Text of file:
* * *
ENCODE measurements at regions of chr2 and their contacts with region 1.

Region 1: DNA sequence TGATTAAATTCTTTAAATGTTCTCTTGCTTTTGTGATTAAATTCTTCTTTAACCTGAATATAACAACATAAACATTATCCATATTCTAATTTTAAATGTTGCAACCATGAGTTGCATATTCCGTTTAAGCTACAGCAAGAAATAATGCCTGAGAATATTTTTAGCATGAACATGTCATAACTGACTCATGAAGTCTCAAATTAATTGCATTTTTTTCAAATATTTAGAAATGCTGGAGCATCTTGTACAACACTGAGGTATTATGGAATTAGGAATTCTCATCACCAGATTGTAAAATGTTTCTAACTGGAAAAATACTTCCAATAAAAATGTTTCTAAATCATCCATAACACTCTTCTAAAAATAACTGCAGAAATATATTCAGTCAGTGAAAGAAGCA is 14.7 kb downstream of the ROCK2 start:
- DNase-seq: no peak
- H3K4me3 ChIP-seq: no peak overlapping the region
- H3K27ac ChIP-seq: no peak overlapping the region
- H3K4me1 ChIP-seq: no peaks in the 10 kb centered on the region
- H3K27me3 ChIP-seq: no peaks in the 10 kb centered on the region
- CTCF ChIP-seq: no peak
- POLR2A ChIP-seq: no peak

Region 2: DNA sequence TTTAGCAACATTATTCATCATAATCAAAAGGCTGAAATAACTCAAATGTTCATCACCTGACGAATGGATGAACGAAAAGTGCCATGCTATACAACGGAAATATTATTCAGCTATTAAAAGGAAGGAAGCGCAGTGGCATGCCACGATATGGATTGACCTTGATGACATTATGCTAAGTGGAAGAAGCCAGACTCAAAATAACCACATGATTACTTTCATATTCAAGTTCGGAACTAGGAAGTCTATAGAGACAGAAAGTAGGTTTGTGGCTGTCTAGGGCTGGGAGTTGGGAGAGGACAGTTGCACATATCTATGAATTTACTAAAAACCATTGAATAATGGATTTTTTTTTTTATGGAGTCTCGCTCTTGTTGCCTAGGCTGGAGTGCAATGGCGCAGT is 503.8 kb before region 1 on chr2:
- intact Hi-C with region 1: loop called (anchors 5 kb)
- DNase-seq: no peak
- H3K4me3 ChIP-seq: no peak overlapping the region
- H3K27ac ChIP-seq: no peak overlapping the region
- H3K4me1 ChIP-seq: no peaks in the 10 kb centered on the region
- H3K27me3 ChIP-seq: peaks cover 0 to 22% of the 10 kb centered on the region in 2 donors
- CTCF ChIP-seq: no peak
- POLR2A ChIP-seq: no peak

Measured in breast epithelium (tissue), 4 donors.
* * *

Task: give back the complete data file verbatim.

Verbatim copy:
ENCODE measurements at regions of chr2 and their contacts with region 1.

Region 1: DNA sequence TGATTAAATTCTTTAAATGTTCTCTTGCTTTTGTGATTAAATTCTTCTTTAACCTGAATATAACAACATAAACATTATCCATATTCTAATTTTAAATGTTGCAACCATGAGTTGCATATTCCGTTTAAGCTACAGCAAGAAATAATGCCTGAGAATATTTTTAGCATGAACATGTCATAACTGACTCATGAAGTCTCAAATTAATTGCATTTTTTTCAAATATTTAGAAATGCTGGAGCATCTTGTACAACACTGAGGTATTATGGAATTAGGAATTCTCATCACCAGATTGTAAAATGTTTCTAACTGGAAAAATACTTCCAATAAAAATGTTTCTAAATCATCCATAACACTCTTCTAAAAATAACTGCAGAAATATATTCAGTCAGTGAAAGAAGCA is 14.7 kb downstream of the ROCK2 start:
- DNase-seq: no peak
- H3K4me3 ChIP-seq: no peak overlapping the region
- H3K27ac ChIP-seq: no peak overlapping the region
- H3K4me1 ChIP-seq: no peaks in the 10 kb centered on the region
- H3K27me3 ChIP-seq: no peaks in the 10 kb centered on the region
- CTCF ChIP-seq: no peak
- POLR2A ChIP-seq: no peak

Region 2: DNA sequence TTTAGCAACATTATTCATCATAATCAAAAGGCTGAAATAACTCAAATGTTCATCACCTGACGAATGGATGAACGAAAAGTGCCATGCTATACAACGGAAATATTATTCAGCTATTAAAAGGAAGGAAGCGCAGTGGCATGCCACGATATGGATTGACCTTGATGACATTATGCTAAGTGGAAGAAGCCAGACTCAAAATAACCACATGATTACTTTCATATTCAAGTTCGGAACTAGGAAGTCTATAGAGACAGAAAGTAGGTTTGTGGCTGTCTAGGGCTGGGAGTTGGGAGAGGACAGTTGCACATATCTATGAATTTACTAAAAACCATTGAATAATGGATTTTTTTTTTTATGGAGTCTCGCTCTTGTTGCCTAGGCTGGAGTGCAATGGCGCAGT is 503.8 kb before region 1 on chr2:
- intact Hi-C with region 1: loop called (anchors 5 kb)
- DNase-seq: no peak
- H3K4me3 ChIP-seq: no peak overlapping the region
- H3K27ac ChIP-seq: no peak overlapping the region
- H3K4me1 ChIP-seq: no peaks in the 10 kb centered on the region
- H3K27me3 ChIP-seq: peaks cover 0 to 22% of the 10 kb centered on the region in 2 donors
- CTCF ChIP-seq: no peak
- POLR2A ChIP-seq: no peak

Measured in breast epithelium (tissue), 4 donors.